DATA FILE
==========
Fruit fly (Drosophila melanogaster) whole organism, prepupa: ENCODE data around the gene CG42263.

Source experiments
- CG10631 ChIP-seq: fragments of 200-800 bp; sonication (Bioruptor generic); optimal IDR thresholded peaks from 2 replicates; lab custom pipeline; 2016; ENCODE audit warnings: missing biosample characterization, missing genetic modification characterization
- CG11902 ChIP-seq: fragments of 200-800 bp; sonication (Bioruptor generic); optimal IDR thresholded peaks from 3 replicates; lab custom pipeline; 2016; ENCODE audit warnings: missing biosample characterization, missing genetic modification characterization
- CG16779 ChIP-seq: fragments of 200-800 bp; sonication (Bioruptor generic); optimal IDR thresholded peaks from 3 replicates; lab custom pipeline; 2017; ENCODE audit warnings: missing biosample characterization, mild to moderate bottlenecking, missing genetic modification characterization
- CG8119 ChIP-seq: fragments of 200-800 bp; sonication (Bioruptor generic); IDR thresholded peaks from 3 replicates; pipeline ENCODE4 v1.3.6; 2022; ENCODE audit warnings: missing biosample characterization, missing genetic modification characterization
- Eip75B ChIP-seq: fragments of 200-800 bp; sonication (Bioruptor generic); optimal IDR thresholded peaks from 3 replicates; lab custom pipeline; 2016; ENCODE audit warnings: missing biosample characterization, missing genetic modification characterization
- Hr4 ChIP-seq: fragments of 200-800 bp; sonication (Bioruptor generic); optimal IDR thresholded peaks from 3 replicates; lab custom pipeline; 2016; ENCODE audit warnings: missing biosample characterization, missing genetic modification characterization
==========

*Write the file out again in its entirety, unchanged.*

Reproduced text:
Fruit fly (Drosophila melanogaster) whole organism, prepupa: ENCODE data around the gene CG42263.

Source experiments
- CG10631 ChIP-seq: fragments of 200-800 bp; sonication (Bioruptor generic); optimal IDR thresholded peaks from 2 replicates; lab custom pipeline; 2016; ENCODE audit warnings: missing biosample characterization, missing genetic modification characterization
- CG11902 ChIP-seq: fragments of 200-800 bp; sonication (Bioruptor generic); optimal IDR thresholded peaks from 3 replicates; lab custom pipeline; 2016; ENCODE audit warnings: missing biosample characterization, missing genetic modification characterization
- CG16779 ChIP-seq: fragments of 200-800 bp; sonication (Bioruptor generic); optimal IDR thresholded peaks from 3 replicates; lab custom pipeline; 2017; ENCODE audit warnings: missing biosample characterization, mild to moderate bottlenecking, missing genetic modification characterization
- CG8119 ChIP-seq: fragments of 200-800 bp; sonication (Bioruptor generic); IDR thresholded peaks from 3 replicates; pipeline ENCODE4 v1.3.6; 2022; ENCODE audit warnings: missing biosample characterization, missing genetic modification characterization
- Eip75B ChIP-seq: fragments of 200-800 bp; sonication (Bioruptor generic); optimal IDR thresholded peaks from 3 replicates; lab custom pipeline; 2016; ENCODE audit warnings: missing biosample characterization, missing genetic modification characterization
- Hr4 ChIP-seq: fragments of 200-800 bp; sonication (Bioruptor generic); optimal IDR thresholded peaks from 3 replicates; lab custom pipeline; 2016; ENCODE audit warnings: missing biosample characterization, missing genetic modification characterization